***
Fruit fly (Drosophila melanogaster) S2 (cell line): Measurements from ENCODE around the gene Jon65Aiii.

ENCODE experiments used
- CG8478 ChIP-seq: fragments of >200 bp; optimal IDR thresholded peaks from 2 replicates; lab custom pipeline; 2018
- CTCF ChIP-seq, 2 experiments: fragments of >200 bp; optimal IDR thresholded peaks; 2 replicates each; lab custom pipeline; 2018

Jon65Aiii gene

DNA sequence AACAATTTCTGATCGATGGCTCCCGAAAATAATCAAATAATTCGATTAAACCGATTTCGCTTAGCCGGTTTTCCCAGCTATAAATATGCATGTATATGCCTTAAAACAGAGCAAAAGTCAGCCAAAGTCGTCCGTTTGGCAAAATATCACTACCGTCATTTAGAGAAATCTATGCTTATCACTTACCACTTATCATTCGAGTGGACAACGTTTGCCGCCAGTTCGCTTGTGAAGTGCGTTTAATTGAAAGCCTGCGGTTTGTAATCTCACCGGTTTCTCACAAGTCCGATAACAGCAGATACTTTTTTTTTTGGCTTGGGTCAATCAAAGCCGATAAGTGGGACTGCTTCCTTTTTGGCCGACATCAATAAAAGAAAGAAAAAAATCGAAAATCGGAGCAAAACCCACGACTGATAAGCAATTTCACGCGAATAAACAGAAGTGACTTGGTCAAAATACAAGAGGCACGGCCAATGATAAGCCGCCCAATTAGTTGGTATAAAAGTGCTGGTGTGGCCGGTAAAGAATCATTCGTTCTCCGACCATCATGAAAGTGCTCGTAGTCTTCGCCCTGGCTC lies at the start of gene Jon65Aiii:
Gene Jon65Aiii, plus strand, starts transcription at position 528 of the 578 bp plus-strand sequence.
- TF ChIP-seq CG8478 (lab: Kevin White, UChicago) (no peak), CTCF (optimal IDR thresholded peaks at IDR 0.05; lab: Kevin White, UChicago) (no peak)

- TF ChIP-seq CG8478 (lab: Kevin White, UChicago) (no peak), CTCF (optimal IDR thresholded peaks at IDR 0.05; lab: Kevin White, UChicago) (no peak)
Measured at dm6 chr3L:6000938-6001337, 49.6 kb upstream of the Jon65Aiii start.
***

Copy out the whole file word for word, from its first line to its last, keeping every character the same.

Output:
Fruit fly (Drosophila melanogaster) S2 (cell line): Measurements from ENCODE around the gene Jon65Aiii.

ENCODE experiments used
- CG8478 ChIP-seq: fragments of >200 bp; optimal IDR thresholded peaks from 2 replicates; lab custom pipeline; 2018
- CTCF ChIP-seq, 2 experiments: fragments of >200 bp; optimal IDR thresholded peaks; 2 replicates each; lab custom pipeline; 2018

Jon65Aiii gene

DNA sequence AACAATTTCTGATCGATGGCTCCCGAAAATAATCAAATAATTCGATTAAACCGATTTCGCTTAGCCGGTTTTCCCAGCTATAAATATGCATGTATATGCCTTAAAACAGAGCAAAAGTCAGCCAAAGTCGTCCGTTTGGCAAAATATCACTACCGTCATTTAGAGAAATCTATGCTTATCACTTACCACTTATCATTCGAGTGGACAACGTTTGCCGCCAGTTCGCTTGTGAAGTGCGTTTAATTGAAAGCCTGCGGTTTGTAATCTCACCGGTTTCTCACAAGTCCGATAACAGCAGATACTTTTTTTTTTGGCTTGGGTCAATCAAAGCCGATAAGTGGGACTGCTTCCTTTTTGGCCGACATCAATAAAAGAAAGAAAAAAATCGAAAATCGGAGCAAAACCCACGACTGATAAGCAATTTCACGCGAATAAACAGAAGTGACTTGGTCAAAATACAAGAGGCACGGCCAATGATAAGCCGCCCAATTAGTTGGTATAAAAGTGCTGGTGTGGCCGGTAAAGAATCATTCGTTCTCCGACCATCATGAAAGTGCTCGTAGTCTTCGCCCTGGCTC lies at the start of gene Jon65Aiii:
Gene Jon65Aiii, plus strand, starts transcription at position 528 of the 578 bp plus-strand sequence.
- TF ChIP-seq CG8478 (lab: Kevin White, UChicago) (no peak), CTCF (optimal IDR thresholded peaks at IDR 0.05; lab: Kevin White, UChicago) (no peak)

- TF ChIP-seq CG8478 (lab: Kevin White, UChicago) (no peak), CTCF (optimal IDR thresholded peaks at IDR 0.05; lab: Kevin White, UChicago) (no peak)
Measured at dm6 chr3L:6000938-6001337, 49.6 kb upstream of the Jon65Aiii start.